Funds and returns
Venture capital funds themselves raise money from institutional investors like pension funds, foundations, university endowments, insurance companies and others. In 2014, according to the BVCA’s annual research, UK venture capital funds raised since 2002 have returned 6.4% on a since-inception basis to investors as it continues its upward swing – an extremely positive development considering the majority of these funds are still in their formative years and have yet to sell many of their equity stakes.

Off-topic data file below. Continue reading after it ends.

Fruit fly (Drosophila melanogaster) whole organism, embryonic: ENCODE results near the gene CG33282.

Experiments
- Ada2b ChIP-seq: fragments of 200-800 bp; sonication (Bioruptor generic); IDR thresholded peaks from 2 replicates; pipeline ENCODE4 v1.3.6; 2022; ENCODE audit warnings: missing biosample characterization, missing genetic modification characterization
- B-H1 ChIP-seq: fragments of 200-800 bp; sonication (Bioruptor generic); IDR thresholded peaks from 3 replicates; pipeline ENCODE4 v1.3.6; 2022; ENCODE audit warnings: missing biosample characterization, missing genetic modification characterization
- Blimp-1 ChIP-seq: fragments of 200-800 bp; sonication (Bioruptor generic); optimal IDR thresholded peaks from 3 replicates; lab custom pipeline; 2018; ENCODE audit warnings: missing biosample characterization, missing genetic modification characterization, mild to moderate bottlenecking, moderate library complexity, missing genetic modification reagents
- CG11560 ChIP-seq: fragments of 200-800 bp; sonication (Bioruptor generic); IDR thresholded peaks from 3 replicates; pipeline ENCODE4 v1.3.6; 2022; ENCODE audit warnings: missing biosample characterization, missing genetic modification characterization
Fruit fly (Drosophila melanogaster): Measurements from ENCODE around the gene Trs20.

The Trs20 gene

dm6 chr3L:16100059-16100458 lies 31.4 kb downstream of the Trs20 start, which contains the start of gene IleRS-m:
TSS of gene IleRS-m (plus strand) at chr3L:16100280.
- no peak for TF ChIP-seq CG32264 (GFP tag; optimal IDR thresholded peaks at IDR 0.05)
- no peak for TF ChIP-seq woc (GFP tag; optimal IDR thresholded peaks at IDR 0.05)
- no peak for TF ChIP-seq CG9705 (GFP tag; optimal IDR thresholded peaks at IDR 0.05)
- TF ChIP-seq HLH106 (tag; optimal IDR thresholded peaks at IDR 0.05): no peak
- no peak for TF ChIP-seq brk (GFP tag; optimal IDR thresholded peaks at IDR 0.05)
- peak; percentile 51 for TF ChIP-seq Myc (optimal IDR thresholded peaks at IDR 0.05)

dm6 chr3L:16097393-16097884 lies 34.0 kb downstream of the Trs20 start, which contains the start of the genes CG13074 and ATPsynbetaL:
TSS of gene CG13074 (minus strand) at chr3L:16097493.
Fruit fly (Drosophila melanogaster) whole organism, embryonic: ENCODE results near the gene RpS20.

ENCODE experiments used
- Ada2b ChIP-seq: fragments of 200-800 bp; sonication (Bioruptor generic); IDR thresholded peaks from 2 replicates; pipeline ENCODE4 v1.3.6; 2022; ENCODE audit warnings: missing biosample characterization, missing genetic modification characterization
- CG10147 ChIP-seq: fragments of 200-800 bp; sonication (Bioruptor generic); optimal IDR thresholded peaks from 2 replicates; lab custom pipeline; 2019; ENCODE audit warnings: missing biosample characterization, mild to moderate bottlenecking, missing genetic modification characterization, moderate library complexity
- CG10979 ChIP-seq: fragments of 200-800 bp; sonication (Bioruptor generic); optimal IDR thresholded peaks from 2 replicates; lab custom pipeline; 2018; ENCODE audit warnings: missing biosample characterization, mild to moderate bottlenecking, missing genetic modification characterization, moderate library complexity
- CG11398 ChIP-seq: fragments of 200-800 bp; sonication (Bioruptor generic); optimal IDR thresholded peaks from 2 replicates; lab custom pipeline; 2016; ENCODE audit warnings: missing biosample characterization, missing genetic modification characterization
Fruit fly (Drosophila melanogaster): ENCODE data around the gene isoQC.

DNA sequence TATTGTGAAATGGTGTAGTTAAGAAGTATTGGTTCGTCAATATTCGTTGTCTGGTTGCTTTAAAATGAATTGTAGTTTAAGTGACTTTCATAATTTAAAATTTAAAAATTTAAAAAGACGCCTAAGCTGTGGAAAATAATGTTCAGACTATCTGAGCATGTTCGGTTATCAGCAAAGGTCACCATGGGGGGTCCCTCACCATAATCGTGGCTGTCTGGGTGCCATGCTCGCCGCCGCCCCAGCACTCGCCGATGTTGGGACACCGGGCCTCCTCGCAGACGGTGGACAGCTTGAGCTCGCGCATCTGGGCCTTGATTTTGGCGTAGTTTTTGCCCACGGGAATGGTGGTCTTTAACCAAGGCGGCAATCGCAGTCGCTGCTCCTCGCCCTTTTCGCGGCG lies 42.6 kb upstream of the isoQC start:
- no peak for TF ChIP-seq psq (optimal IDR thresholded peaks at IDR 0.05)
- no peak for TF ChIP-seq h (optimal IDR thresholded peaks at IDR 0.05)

The money raised from the institutional investors is put into a fund structured as a limited partnership and which is managed by the venture capital fund manager – known as a ‘General Partner’ or GP – and the money is used to invest in companies. GPs also invest their own money into the funds they manage. This is to ensure they have ‘skin in the game’, i.e. their interests are aligned with that of their LPs.
Private equity funds typically have a fixed life-span of 10 years and by the end of the 10 years they will have had to return the investors’ original money, plus any additional returns made. This generally requires the investments to be sold, or to be in the form of quoted shares, before the end of the fund.